Luckily, I’m in a space where I’m usually able to be productive around one of those things. So my key is – I try to always have at least one item in my queue/backlog that I can map to a motivation. If I have some coding stuff on my plate but am really motivated by writing that day, maybe I’ll try to bang out some e-mails or give myself space in the morning or at lunch to map out a blog post. If I need to be thinking about strategy or business development but I have an urge to code, I’ll let myself deviate for a bit to scratch that itch.
Honestly, the jury’s still out for me on whether this is a good thing or not. I tend to produce a lot of stuff and get things done, but going where my energy takes me often means that I may produce less overall results in terms of deep impact (though I’ve usually been able to produce that as well). But, that leads me to my next topic…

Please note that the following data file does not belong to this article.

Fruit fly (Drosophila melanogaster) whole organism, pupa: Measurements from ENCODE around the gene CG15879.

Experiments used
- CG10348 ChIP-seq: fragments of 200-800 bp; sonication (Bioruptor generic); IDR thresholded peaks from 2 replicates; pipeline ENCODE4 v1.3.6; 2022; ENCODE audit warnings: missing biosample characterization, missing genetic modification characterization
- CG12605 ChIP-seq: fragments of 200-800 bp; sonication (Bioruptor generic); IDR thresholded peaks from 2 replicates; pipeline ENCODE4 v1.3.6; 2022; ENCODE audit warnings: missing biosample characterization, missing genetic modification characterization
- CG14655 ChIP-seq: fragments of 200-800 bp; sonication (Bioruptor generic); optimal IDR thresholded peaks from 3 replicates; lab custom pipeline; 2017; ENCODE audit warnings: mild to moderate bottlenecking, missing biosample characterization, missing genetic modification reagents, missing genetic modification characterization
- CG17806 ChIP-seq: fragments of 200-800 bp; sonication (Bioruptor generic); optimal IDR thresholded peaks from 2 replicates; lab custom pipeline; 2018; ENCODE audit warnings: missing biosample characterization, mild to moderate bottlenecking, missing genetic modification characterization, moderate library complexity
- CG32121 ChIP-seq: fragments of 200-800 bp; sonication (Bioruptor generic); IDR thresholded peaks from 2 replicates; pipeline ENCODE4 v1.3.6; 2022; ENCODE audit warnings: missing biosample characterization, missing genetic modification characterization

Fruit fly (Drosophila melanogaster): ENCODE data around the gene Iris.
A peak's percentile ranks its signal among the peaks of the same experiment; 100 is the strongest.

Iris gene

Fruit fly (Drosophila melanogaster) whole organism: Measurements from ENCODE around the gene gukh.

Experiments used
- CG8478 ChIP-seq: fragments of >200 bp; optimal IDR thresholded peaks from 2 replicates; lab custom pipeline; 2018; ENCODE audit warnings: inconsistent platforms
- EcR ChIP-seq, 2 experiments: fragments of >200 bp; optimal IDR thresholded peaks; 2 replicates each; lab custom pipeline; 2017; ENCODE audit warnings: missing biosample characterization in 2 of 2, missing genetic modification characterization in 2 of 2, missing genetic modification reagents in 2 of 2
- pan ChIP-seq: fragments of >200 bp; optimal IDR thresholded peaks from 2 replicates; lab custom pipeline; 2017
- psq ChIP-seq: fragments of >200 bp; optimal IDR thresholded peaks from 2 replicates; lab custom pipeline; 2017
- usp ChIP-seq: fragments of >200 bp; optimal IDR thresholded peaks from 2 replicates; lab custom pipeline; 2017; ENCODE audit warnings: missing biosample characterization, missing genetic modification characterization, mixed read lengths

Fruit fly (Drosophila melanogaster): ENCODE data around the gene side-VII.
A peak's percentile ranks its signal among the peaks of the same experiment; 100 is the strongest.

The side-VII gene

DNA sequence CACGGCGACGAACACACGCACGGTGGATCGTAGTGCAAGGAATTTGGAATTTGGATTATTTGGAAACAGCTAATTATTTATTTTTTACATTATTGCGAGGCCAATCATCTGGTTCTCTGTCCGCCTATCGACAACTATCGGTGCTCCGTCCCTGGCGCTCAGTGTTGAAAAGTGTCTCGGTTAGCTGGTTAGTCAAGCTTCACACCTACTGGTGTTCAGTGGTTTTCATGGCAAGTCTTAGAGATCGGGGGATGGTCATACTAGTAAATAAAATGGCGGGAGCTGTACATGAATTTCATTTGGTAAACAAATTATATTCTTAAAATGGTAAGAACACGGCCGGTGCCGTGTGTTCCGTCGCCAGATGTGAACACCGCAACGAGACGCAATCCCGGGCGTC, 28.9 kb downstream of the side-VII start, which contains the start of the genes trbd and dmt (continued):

Find your Impacts and Dive in
In the last section I talked about not knowing if I’m as impactful as I could be when I just follow my energy. This is different in one big way: If there’s a major piece of impact in front of me, or something where I think I can really move the needle, I will throw my whole self at it. There, my energy tends to focus around the impact I can make. Can I really help open a client’s eyes to some technology or technique? All of a sudden I’ll have no problem coding up a sample, doing a power point, and writing up documentation around it. The impact itself becomes my energy, and I start firing on all cylinders, because I feel like I have an opportunity to really effect some serious change.